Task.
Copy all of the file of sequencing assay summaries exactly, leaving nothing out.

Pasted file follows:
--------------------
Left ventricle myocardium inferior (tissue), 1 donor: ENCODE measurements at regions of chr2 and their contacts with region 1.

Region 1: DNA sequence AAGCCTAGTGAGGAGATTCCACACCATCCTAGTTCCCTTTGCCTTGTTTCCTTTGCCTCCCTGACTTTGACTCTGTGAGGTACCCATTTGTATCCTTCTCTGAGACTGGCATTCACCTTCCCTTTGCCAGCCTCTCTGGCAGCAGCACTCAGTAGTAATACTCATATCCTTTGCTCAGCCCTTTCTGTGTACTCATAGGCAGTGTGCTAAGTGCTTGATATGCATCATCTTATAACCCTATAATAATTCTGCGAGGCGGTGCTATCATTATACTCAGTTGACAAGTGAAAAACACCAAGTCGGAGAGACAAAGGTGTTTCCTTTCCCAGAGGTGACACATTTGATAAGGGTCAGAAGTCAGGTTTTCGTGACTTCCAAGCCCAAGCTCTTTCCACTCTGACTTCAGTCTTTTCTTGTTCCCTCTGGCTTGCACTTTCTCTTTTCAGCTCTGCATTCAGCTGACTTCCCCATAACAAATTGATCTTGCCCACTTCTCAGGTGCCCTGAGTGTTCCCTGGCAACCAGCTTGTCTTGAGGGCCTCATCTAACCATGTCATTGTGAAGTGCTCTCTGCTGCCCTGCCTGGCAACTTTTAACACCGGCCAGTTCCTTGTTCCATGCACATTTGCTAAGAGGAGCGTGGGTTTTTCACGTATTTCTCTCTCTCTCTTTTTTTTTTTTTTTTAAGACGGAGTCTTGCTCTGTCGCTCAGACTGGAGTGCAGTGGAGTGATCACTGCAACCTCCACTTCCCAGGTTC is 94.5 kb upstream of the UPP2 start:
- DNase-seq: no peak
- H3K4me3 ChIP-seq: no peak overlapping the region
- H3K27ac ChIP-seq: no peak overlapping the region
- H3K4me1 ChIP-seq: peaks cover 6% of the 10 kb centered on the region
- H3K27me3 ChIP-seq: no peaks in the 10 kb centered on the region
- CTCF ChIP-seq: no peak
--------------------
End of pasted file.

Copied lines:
Left ventricle myocardium inferior (tissue), 1 donor: ENCODE measurements at regions of chr2 and their contacts with region 1.

Region 1: DNA sequence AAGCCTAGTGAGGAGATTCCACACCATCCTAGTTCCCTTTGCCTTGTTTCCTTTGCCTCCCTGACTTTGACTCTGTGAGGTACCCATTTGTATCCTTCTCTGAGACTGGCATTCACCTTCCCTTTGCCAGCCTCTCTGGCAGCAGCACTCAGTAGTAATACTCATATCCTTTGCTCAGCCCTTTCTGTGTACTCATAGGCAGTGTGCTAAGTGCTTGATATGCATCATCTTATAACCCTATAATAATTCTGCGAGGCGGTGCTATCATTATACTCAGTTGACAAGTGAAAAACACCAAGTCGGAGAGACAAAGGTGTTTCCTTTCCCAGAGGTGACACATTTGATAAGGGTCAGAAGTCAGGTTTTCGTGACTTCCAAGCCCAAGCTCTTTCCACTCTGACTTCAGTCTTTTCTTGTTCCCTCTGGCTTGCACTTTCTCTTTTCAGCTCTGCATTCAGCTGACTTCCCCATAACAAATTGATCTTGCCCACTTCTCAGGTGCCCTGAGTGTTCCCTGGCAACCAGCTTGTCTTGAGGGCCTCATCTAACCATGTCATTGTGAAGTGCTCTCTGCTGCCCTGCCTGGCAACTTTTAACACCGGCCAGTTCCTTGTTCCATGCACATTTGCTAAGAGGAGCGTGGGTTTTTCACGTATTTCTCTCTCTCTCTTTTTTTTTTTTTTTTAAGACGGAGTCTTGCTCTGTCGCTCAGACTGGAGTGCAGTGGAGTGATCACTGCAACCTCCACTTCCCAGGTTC is 94.5 kb upstream of the UPP2 start:
- DNase-seq: no peak
- H3K4me3 ChIP-seq: no peak overlapping the region
- H3K27ac ChIP-seq: no peak overlapping the region
- H3K4me1 ChIP-seq: peaks cover 6% of the 10 kb centered on the region
- H3K27me3 ChIP-seq: no peaks in the 10 kb centered on the region
- CTCF ChIP-seq: no peak